In the digital age, the American people knowingly and unknowingly produce huge amounts of data on a daily basis, and governments at all levels increasingly rely on digital systems to manage their internal operations and deliver public services. Through widespread e-commerce, ubiquitous GPS maps, and regular social media interactions, the public transmits their sensitive financial, health, and other personal information through online platforms. Americans need assurance that all sectors will keep their personal data private and safeguarded from abuse, but our data security infrastructure in both the public and the private sectors is vulnerable to exploitations, hacks, and breaches. With malevolent foreign intelligence entities, the hacking of public agencies, the infiltration of hostile agents in private organizations, and other dangers, the threat of data insecurity and exposure to breaches is real and immediate for governments, companies, and individuals.
Nonstate cyber actors and nation-states have developed sophisticated mechanisms for exploiting the vulnerabilities of government systems. Not only do they steal information and money; they increasingly disrupt, destroy, or threaten the delivery of essential public services. For example, hackers have been targeting local governments for ransomware attacks, with important systems and data being blocked until a ransom payment is made. In the summer of 2019, a host of local governments—including Baltimore, MD; Albany, NY; Laredo, TX; and 22 small Texas towns—had their operations disrupted by such attacks. The City of Baltimore experienced a hack that prevented the locality from issuing health alerts and delayed water bill delivery. Similarly, the City of Atlanta’s systems for police reports and employment applications were down for days due to a March 2018 cyberattack. State and county governments, school districts, hospitals, and court systems have also become common targets of ransomware attacks.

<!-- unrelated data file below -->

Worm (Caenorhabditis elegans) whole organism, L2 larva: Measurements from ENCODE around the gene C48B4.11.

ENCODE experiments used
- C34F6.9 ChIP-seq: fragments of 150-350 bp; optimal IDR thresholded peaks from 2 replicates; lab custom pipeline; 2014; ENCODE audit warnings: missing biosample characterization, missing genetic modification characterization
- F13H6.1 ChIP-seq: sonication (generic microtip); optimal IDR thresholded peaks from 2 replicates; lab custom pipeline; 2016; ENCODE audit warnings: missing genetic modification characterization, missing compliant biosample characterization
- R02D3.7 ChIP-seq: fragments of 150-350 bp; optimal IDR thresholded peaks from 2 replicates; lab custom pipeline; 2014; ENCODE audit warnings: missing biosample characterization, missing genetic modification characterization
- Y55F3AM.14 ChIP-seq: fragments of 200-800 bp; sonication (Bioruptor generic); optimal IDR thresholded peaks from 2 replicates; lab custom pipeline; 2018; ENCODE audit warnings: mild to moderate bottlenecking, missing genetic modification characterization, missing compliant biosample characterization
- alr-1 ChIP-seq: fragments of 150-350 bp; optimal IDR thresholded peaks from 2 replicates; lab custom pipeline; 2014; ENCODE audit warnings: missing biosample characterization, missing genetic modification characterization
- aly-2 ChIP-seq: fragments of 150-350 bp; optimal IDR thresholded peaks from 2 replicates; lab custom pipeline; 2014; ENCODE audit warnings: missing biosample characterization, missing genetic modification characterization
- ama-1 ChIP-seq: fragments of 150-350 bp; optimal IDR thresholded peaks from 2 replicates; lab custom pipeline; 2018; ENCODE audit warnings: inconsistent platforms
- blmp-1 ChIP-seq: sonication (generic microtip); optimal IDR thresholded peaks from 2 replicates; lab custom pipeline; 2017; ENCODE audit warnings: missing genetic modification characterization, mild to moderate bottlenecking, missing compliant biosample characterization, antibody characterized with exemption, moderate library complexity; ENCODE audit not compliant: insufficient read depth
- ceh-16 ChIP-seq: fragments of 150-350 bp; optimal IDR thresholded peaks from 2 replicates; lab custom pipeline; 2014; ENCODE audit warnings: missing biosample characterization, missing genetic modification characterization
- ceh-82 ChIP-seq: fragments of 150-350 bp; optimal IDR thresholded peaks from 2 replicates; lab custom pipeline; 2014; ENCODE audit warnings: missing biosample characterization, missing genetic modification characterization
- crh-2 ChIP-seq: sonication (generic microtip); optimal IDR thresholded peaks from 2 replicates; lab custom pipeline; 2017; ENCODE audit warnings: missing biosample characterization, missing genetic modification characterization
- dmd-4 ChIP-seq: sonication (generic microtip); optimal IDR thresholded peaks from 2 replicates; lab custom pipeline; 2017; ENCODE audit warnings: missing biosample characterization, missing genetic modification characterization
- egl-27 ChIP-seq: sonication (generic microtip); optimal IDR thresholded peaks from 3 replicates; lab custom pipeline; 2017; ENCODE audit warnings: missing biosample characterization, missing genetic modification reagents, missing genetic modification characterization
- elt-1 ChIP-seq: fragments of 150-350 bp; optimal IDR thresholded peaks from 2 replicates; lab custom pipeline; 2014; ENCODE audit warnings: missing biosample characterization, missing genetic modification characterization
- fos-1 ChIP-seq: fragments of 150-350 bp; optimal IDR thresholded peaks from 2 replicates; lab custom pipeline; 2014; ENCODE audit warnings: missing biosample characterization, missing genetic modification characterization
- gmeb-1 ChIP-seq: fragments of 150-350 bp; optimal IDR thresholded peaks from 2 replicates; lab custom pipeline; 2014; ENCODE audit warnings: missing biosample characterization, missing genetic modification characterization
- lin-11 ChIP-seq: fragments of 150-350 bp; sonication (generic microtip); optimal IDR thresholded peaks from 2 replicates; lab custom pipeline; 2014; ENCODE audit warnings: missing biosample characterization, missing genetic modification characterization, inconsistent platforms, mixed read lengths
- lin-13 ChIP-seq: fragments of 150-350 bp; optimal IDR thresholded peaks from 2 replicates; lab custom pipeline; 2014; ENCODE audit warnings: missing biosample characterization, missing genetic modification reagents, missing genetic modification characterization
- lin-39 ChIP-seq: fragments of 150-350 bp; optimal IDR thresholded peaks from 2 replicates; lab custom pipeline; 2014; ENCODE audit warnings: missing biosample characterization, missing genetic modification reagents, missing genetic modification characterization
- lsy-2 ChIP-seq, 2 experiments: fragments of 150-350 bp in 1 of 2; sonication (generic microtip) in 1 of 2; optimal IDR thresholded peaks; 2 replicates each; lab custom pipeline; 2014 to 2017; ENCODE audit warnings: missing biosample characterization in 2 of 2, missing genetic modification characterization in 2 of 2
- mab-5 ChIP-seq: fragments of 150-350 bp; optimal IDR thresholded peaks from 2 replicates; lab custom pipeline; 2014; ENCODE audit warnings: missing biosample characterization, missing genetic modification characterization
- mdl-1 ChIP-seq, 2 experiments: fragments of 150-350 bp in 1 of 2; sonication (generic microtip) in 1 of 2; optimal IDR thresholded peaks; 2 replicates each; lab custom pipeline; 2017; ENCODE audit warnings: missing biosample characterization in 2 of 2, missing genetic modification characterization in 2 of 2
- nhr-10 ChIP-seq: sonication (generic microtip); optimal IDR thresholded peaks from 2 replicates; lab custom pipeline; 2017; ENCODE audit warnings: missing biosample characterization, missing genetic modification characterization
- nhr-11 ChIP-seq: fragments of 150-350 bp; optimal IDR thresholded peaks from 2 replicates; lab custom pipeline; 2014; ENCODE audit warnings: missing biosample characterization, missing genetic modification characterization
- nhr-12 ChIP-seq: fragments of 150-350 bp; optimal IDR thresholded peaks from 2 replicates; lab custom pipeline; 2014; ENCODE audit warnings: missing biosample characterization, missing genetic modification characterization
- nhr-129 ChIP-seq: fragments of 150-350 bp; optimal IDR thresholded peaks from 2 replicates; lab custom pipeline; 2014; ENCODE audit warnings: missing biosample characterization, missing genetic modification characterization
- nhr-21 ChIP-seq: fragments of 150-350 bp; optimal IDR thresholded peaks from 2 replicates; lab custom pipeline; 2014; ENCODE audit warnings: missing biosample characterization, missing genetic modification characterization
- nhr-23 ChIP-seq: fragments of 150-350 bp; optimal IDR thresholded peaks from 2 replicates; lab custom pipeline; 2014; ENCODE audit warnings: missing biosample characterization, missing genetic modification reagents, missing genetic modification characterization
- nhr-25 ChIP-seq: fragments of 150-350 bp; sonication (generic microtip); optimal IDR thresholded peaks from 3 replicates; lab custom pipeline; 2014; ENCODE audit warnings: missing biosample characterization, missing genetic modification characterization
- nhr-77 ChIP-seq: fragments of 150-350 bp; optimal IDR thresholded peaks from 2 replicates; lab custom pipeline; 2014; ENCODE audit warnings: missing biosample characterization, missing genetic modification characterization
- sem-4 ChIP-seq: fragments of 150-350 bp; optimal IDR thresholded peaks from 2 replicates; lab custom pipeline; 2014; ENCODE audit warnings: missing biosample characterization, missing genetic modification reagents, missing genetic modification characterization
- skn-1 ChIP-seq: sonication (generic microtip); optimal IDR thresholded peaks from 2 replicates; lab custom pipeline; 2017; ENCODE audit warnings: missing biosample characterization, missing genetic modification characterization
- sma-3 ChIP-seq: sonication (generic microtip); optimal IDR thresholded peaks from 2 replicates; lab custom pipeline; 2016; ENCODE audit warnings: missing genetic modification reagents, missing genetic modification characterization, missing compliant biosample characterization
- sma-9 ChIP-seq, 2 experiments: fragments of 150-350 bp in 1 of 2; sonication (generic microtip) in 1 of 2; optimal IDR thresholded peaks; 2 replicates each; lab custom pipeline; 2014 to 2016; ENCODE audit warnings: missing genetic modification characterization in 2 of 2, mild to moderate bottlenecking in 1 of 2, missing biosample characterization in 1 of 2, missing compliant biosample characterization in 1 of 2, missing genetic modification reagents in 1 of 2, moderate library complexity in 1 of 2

Over the next decade, technology will continue to evolve, and data security programs in both the public and the private sectors will face new vulnerabilities. Public agencies and administrators have a critical role in ensuring data security and privacy by:
As part of the Grand Challenge to “Ensure Data Security and Individual Privacy,” the Academy will work with stakeholders to determine how to:
This is an illustrative list of topics. As the Grand Challenges campaign kicks off and progresses, other issues can and will be addressed based on stakeholder feedback about critical needs and opportunities.
Terry Gerton, President & CEO of NAPA, and Jason Briefel, executive director of the Senior Executives Association, discuss efforts to
The concern for privacy has grown over the years, and today we are bombarded with every online service imaginable informing
Should a “Digital Bill of Rights” be adopted? If so, what rights, protections, and obligations should be
The American public rightfully expects government and businesses alike to be responsible stewards of information. Emerging trends to use more
Alan Shark, fellow of the National Academy of Public Administration and associate professor at George Mason University, proposes that the